3. Our local library is located in an old, donated home. They don’t have much space, and the small vestibule has always been lined with “weeded out” or donated books they don’t need for sale.

  4. I grabbed Margaret Storey’s Melinda-the-witch books when my local library put them in their sale rack. And thank goodness, because nowadays you can’t buy a copy for less than fifty dollars and my siblings all mourn – I got ‘em, and they don’t.

    It’s great that somebody’s finally pointing out in public that many readers find what they like in the library and then go out and buy it.

  5. Well, that’s not what they’re actually pointing out. But it’s also great that when I was between jobs and didn’t want to spend money, I could grab an armload of books off a library sales rack and pay whatever I felt appropriate.

  6. I like this very much.

    I like the idea of libraries also selling books. Libraries have a more accessible feeling to them then many bookstores do. I think it’s a really good match.

    As for libraries not providing what they could – blame the taxpayers for not supporting them. I think libraries often do amazing jobs considering the limited funds available to them.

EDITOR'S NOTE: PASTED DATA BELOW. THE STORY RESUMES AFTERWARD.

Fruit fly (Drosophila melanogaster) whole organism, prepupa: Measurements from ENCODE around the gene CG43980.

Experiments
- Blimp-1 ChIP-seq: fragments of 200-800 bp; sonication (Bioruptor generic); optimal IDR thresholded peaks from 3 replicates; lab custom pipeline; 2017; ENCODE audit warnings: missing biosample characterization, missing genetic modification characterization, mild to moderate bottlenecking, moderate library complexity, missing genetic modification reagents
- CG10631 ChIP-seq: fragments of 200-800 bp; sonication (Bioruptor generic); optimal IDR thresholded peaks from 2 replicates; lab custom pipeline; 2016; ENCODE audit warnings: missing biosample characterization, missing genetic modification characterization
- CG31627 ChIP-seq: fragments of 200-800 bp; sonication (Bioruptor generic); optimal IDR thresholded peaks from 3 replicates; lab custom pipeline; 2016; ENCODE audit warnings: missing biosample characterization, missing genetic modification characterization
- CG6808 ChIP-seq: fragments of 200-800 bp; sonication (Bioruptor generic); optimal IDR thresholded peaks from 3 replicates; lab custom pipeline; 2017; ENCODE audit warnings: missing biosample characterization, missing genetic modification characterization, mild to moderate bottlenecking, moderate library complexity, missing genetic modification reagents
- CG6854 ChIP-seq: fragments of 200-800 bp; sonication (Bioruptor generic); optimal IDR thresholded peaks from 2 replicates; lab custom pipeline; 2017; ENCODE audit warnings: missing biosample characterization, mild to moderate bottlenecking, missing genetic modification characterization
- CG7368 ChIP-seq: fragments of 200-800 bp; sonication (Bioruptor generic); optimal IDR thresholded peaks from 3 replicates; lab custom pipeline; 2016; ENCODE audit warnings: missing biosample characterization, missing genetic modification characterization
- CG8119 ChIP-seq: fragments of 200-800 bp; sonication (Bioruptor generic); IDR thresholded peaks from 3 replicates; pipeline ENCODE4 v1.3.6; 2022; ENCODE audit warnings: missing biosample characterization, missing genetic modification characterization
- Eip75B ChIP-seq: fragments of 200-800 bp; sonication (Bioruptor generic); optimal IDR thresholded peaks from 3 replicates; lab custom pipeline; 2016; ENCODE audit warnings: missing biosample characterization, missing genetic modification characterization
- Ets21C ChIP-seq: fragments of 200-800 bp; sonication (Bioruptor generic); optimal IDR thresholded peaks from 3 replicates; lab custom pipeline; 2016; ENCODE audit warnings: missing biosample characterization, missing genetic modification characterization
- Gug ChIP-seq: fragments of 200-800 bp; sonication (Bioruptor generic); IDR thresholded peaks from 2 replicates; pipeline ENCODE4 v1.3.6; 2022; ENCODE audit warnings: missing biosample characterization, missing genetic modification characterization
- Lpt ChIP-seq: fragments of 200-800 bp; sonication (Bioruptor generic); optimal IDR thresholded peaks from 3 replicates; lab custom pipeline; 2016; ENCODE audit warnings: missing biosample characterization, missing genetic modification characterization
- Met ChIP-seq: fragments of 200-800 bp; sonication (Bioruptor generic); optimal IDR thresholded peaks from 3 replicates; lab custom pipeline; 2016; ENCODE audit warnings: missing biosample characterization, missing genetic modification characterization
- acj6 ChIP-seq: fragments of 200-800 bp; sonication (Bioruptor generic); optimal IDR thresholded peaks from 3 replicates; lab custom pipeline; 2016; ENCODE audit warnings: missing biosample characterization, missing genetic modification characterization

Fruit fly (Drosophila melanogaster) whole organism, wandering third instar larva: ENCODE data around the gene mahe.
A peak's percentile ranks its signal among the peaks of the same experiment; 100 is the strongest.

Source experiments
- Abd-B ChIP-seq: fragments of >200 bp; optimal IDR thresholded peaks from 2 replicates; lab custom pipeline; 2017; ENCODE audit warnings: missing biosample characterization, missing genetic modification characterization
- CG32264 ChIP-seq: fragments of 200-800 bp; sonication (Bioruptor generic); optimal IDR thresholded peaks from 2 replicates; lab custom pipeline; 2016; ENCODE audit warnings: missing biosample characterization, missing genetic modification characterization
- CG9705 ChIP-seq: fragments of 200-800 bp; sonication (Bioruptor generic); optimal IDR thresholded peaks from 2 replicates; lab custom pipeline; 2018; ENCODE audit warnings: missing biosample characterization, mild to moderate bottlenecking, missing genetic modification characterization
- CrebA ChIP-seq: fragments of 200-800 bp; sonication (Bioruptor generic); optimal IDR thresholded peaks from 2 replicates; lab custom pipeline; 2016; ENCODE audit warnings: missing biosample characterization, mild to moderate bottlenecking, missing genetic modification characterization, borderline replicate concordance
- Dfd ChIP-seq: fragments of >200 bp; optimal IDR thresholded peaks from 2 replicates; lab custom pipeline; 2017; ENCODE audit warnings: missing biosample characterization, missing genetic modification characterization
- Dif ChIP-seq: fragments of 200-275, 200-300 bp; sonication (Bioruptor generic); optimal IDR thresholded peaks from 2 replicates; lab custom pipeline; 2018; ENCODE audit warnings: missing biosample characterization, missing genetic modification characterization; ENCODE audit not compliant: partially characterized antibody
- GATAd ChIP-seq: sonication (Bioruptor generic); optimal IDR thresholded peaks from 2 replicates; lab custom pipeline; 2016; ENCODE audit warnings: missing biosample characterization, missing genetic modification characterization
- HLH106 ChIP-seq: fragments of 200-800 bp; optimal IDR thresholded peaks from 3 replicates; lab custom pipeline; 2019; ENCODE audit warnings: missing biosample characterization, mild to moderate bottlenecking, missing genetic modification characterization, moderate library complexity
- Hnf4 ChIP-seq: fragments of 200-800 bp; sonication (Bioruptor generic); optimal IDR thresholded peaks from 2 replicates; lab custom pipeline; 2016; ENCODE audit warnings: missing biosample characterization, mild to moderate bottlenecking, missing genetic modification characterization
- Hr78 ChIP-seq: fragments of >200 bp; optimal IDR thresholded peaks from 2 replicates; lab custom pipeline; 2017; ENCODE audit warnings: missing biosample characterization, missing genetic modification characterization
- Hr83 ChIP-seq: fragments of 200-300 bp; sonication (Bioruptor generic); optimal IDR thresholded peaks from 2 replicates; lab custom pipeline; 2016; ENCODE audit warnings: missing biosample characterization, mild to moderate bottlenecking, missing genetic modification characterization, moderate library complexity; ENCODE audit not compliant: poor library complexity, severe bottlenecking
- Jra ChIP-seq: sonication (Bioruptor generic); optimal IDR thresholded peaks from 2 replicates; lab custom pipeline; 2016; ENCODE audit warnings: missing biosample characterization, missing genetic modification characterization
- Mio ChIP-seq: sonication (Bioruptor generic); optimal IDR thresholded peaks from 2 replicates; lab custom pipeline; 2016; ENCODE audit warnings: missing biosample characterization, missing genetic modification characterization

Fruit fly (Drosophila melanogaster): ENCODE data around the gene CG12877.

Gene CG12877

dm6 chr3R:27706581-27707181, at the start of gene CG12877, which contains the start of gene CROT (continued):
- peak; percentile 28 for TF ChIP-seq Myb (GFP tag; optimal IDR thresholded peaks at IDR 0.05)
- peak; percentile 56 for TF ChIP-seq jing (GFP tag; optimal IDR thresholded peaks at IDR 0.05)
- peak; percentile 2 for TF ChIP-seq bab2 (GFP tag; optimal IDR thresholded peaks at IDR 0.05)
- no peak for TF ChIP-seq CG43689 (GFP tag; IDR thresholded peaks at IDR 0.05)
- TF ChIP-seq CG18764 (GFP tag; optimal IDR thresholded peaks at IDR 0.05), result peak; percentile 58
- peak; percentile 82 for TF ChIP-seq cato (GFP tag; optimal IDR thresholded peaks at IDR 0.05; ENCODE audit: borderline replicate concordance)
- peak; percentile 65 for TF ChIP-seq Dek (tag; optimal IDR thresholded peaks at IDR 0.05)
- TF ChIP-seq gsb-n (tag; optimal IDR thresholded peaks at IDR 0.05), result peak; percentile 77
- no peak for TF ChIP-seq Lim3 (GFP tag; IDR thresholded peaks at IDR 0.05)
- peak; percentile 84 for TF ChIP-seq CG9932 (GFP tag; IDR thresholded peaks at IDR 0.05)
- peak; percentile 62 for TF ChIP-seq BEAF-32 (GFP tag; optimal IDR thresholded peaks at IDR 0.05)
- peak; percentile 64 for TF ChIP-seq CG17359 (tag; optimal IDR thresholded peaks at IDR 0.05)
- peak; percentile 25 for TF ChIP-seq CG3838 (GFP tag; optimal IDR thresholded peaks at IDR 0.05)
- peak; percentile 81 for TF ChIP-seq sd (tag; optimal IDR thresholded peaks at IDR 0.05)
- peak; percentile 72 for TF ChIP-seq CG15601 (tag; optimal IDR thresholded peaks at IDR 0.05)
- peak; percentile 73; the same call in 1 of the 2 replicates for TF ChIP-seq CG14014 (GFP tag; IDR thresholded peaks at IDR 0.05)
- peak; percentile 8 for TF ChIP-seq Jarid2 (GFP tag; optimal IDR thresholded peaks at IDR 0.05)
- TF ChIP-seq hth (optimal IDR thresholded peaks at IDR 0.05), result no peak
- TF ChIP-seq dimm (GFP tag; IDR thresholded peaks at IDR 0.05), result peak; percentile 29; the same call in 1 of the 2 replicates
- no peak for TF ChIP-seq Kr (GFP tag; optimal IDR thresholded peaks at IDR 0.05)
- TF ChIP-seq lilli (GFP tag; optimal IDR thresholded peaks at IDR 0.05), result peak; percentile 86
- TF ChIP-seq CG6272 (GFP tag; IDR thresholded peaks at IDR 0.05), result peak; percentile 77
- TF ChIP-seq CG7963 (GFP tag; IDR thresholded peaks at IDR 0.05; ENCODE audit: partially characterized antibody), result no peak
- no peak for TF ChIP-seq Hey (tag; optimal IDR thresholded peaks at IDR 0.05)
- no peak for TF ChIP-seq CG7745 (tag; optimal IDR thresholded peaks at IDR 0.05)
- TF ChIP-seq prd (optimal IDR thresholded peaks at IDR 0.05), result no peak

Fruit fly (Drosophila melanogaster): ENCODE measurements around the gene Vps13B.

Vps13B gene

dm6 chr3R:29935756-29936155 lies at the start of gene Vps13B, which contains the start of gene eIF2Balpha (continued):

I shudder at a society that did not have libraries – where books were available only to those who could afford them. That would be terrible. We need libraies.

  7. David D, I barely have words to tell you my feelings about libraries, or to thank you for all that you do as a true community resource and treasure. In the way back long ago, my dream was to work in a library–I could imagine no greater calling. Alas, it didn’t come true for me, but I have a sis with a masters in Library Science, who did that job for many years. She was my heroine.

    Part of her job for a time was to work on the book mobile, taking books out into places where there was no library, and to people who couldn’t easily access libraries, like nursing homes, shut ins, hospitals, etc. (this was long before digital). She also took books to juvenile detention centers on the book mobile. Imagine a tiny young woman in her 20s trying to explain to a bunch of juvenile deliquent boys why books might be important. So she offered up a book on building paper airplanes (really) and got all of them to build one and race them, the winner being given the book as a prize! She was invited back many times.